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In an anarchist world, how would selfish people be 'converted'?

+1 vote
In an anarchist environment how would people who are only concerned with their own interests, even though this reduces the welfare of others, be accommodated? What about people simply unwilling to change? I have met people who simply cannot understand the concept of being concerned with anyone other than themselves. How do they fit in?
Doesn't anarchism just have a 'smiley' interpretation of the world where the selfish can and are willing to change?
Also, isn't it so that people who are concerned with changing the world for the better are in a small minority and most people really couldn't give a damn/shit/fuck (delete whichever least appropriate).

edited by dot to add tags
asked Apr 19, 2013 by anonymous
edited Jul 13, 2014 by dot
Check out Peter Gelderloos - Anarchy Works. There's a section on human nature and greed. Also try searching here.
If people act only in their own direct individual self-interest doesn't that also mean no one should have power over another? A lot of "skeptical" questions are often just double standards.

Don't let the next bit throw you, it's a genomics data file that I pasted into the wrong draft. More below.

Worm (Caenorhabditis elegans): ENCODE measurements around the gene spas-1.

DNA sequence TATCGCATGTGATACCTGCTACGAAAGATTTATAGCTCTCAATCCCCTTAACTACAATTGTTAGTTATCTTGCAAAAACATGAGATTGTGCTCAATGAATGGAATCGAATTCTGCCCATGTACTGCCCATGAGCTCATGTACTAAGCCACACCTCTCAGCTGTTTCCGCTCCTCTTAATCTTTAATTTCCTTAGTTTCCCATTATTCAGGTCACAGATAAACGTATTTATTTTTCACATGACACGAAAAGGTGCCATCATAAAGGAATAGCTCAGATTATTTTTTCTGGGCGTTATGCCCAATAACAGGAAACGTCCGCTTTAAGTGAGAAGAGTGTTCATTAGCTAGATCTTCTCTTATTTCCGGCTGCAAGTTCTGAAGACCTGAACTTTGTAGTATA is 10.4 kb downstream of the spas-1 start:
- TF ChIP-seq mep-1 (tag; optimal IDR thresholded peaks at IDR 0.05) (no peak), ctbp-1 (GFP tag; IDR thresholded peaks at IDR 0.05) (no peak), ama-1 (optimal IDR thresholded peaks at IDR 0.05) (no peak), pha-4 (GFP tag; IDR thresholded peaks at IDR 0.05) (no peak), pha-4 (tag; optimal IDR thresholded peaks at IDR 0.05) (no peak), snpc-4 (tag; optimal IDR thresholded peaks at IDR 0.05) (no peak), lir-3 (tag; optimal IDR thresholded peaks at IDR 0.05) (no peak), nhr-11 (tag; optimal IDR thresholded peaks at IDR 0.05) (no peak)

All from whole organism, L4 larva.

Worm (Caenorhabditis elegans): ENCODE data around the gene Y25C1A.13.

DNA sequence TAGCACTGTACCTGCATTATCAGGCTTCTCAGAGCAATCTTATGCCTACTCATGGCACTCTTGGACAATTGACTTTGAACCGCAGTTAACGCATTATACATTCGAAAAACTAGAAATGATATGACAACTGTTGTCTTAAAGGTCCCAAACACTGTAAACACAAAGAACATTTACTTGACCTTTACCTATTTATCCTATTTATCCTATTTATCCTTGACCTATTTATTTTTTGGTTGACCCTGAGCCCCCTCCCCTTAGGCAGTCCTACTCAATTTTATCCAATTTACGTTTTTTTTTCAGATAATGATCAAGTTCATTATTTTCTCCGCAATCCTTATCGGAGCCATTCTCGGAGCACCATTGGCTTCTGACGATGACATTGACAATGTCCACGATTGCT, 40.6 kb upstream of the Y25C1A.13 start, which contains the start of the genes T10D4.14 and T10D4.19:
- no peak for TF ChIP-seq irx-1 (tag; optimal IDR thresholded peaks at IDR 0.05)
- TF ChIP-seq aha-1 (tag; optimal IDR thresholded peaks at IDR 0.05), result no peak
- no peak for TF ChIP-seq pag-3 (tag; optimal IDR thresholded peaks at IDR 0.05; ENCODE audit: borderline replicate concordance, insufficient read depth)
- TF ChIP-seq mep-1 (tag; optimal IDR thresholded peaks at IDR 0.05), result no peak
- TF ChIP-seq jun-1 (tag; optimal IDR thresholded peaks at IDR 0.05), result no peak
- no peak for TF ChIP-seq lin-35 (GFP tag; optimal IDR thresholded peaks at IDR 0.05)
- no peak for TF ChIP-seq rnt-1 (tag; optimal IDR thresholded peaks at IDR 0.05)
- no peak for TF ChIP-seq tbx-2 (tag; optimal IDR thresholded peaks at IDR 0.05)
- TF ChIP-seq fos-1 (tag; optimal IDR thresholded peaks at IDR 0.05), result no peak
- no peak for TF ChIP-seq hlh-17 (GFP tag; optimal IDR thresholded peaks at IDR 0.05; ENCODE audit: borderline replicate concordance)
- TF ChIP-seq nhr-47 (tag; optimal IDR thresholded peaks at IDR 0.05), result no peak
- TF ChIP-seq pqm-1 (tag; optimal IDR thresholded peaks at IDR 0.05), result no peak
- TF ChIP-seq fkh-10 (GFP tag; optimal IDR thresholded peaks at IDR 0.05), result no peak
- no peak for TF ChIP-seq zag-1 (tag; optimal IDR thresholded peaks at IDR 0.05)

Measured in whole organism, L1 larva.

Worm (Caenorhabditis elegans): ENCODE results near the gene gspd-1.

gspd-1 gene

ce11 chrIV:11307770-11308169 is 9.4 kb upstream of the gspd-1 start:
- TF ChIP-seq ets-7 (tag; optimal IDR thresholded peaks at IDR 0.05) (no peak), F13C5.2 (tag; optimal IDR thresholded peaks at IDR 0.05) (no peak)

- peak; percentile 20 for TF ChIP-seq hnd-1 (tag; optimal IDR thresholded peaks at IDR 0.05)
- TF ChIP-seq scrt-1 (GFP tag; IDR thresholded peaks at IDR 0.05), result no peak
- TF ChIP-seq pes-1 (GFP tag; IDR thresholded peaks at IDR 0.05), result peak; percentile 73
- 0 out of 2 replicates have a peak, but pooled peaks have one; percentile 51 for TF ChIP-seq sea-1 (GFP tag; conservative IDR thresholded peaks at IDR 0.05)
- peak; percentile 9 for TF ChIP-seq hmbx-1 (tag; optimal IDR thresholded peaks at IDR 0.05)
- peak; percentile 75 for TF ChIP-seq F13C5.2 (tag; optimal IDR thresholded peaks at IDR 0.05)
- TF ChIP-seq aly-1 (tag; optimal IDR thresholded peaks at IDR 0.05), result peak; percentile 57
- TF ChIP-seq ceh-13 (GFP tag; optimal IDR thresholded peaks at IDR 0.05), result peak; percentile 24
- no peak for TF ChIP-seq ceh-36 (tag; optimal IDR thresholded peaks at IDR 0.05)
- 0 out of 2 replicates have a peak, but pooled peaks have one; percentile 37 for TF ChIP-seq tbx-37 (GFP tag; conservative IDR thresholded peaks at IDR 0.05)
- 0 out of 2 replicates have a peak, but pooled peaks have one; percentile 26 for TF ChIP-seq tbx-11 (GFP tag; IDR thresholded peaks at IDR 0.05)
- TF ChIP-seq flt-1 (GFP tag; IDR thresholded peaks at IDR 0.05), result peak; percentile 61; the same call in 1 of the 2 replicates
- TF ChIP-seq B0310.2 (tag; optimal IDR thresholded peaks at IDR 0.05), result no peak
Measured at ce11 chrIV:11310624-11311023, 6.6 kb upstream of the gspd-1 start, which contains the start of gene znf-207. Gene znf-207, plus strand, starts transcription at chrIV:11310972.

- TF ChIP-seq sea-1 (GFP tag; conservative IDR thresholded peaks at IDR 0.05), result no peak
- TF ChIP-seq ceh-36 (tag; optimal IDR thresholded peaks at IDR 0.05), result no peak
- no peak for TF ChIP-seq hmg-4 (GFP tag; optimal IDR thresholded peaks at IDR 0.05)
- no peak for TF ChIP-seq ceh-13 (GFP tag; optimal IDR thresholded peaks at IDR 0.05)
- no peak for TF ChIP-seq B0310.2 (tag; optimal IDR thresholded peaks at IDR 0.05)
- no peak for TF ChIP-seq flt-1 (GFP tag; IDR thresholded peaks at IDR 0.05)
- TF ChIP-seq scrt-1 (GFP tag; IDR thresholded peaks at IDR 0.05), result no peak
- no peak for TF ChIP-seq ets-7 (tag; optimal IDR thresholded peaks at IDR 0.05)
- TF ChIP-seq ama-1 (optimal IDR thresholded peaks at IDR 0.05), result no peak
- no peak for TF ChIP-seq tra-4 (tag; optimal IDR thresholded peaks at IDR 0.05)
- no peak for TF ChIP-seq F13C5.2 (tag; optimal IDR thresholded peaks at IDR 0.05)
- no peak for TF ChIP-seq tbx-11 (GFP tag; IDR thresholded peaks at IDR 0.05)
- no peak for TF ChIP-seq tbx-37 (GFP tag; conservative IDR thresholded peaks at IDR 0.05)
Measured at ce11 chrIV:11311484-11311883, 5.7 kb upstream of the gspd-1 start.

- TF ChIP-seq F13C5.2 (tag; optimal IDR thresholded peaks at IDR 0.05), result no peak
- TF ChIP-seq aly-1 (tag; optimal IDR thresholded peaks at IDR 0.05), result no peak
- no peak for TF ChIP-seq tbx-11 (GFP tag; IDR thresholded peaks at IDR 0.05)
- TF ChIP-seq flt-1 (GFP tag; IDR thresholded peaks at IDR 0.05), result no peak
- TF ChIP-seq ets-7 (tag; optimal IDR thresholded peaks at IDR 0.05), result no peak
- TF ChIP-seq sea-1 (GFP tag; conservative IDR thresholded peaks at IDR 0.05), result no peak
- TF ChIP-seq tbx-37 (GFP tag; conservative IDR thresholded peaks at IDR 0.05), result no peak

1 Answer

+4 votes
last first - i think there are a ton of people who want to change the world for the better, but so many interpretations of "better" that it doesn't matter. especially when the interpretation means basically leaving the world as it is -- which it frequently does. i'm not sure if that body of people outnumbers the uncaring or not, but i doubt it matters. the bottom line i think is correct, which is that we (whatever that means) are a tiny minority.

i am not interested in changing anyone's perspective vis-a-vis selfishness, i just want the option to not engage with people like that if i don't want to. i don't want to have to rely on them to give me a loan, or not arrest me, or evaluate my work performance, or feed me, or determine the safety of various things i work with, or determine how much power other people should have over me, etc etc etc.

as for the smiley interpretation - there are anarchists who believe in and count on the perfectability of humans. but anarchy doesn't rely on that. perhaps you'd like to read some stirner or nietzsche or novatore or some other more egoist/individualist anarchists.
answered Apr 21, 2013 by dot (50,980 points)
Great answer. I actually couldn't have said it better myself, and I like to think I say things good.
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